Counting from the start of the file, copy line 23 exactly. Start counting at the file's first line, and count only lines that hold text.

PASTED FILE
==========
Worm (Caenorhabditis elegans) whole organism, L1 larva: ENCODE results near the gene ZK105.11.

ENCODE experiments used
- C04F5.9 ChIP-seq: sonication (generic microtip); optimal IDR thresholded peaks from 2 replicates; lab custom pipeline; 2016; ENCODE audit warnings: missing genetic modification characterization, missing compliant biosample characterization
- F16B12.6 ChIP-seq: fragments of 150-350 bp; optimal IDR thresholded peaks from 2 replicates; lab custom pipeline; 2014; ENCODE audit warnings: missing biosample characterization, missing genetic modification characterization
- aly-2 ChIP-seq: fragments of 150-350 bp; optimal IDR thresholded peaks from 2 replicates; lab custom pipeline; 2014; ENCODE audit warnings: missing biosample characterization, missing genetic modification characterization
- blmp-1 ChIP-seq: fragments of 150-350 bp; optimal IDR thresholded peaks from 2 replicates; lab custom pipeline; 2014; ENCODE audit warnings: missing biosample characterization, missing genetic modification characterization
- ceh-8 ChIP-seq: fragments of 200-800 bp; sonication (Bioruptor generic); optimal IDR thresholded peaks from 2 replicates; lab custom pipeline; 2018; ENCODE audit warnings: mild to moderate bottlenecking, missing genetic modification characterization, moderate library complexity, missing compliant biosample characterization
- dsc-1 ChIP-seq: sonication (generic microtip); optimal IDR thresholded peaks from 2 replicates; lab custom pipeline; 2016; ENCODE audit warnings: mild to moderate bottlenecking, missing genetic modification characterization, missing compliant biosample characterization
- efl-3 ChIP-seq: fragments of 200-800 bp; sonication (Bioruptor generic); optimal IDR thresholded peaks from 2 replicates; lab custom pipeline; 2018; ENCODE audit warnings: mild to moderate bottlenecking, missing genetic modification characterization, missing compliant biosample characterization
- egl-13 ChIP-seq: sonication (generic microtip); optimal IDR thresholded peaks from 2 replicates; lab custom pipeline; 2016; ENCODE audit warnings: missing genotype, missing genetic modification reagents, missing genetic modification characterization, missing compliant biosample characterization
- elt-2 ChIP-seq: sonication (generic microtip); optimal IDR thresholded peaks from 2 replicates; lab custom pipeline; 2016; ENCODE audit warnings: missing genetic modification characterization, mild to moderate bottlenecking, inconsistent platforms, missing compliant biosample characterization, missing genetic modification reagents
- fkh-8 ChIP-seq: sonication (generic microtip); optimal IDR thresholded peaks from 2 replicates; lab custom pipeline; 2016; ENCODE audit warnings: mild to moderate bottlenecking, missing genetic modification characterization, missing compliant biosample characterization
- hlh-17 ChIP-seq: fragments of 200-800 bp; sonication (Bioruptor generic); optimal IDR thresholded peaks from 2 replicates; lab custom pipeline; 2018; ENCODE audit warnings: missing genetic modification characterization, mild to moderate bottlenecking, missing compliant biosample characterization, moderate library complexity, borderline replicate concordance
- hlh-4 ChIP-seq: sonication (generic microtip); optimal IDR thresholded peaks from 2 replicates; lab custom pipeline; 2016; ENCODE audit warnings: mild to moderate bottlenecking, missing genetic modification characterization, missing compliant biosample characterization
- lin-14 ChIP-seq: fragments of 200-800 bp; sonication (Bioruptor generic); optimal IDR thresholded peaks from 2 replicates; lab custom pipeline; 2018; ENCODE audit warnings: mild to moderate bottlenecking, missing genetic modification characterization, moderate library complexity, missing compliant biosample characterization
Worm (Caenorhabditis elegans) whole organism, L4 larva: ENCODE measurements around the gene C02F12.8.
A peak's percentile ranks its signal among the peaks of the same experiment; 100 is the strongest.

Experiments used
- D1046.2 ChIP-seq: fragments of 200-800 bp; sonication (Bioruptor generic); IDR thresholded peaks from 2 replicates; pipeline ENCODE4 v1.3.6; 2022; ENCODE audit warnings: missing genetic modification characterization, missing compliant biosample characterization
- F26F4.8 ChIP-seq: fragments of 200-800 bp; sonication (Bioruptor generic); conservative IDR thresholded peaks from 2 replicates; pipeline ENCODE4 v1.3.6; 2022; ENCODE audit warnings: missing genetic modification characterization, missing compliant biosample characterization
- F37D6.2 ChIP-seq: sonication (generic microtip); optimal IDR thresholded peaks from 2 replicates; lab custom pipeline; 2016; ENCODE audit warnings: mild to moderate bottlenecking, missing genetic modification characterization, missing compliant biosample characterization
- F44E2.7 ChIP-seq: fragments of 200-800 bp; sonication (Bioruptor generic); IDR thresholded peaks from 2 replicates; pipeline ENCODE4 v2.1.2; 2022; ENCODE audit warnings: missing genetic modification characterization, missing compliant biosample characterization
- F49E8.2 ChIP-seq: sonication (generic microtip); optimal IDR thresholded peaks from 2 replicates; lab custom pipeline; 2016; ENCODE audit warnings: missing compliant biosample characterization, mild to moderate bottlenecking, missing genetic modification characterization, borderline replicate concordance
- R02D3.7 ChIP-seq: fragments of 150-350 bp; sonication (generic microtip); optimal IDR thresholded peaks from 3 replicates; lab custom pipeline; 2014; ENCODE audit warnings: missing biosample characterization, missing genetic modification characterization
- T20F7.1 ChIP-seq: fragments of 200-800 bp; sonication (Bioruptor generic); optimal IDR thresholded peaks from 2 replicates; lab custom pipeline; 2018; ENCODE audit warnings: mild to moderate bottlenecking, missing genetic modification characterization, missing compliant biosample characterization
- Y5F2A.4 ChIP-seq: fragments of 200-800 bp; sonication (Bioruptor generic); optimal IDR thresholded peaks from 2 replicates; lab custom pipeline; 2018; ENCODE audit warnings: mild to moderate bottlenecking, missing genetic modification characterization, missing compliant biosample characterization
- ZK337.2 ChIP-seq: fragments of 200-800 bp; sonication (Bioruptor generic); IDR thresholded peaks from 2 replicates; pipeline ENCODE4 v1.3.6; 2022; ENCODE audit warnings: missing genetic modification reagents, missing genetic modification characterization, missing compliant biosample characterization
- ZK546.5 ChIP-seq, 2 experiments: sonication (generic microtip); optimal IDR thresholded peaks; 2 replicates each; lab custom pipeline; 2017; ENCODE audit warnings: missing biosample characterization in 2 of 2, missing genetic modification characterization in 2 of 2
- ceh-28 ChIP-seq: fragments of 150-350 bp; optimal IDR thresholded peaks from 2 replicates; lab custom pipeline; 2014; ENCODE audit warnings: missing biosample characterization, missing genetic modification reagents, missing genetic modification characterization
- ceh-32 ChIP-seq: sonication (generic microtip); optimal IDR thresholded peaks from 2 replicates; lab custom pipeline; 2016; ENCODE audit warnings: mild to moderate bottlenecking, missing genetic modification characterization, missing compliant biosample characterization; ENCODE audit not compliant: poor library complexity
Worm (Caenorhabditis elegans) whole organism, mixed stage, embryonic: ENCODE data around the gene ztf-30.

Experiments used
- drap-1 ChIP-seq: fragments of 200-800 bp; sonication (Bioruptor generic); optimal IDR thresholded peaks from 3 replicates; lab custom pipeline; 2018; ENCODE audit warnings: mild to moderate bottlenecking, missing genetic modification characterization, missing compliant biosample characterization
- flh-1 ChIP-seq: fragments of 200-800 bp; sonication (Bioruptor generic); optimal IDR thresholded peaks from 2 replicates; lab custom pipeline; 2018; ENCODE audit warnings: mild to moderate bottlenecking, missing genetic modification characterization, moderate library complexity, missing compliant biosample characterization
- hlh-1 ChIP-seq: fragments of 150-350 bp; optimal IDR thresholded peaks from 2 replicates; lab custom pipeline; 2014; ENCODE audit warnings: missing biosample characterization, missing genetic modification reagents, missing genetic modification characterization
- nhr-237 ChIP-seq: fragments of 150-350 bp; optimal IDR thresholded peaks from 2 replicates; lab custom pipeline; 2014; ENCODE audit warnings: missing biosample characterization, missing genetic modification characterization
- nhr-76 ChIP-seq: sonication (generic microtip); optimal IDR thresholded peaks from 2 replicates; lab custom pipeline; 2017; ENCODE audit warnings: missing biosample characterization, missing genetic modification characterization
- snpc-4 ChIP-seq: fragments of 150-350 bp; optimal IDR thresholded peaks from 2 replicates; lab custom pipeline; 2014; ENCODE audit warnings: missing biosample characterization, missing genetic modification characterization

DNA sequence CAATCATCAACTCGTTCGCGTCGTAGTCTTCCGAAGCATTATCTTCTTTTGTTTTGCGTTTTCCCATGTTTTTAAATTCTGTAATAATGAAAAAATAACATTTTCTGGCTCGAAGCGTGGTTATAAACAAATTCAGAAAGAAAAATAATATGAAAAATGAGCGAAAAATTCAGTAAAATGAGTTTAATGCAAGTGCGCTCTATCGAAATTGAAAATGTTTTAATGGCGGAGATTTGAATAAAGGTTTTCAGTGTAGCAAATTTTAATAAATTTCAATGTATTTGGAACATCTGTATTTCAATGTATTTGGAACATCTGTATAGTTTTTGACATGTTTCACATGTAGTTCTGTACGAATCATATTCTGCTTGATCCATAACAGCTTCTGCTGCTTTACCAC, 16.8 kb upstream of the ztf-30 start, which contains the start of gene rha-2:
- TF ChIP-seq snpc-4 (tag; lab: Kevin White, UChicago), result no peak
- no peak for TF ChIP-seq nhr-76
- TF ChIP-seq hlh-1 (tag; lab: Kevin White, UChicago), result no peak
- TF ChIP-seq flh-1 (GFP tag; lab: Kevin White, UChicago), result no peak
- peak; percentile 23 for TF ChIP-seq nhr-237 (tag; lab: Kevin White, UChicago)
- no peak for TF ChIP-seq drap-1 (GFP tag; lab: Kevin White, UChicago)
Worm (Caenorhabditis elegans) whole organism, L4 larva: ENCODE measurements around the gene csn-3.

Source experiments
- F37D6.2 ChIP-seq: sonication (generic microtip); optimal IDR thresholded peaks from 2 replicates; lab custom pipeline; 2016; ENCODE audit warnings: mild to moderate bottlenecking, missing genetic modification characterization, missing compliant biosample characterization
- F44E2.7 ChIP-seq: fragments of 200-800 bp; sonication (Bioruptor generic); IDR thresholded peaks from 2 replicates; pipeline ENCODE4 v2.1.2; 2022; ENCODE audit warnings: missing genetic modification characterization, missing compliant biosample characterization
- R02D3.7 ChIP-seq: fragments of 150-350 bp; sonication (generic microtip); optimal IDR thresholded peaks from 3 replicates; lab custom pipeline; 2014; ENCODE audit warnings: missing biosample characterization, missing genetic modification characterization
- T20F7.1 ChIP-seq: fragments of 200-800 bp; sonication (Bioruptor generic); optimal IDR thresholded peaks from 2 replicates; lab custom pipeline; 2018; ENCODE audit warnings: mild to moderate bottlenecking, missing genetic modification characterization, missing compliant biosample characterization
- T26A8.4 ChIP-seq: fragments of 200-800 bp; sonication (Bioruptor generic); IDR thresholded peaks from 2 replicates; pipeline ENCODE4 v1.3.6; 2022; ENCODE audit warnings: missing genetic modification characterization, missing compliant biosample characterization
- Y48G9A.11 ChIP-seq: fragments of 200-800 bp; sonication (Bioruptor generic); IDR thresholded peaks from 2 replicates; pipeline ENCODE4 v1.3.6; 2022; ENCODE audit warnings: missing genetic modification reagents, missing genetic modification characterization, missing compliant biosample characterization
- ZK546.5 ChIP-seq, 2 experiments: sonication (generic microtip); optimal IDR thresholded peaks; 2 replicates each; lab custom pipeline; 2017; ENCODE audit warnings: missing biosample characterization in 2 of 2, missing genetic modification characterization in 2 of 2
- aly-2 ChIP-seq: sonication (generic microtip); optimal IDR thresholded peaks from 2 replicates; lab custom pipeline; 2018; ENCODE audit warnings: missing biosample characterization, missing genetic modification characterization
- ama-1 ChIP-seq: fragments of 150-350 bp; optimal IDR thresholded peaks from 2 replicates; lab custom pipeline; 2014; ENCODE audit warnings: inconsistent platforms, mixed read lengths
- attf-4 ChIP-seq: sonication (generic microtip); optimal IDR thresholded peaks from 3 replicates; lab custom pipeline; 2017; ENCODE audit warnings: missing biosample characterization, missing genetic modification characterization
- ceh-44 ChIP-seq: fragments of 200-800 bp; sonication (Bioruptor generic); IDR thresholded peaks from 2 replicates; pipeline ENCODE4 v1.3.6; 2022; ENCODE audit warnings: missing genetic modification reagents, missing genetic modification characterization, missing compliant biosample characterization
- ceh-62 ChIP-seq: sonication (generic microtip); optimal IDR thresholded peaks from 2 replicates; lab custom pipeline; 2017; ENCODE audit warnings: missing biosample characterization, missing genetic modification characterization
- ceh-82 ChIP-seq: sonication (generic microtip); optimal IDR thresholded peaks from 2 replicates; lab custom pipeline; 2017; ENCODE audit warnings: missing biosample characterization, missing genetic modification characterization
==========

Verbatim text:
- F49E8.2 ChIP-seq: sonication (generic microtip); optimal IDR thresholded peaks from 2 replicates; lab custom pipeline; 2016; ENCODE audit warnings: missing compliant biosample characterization, mild to moderate bottlenecking, missing genetic modification characterization, borderline replicate concordance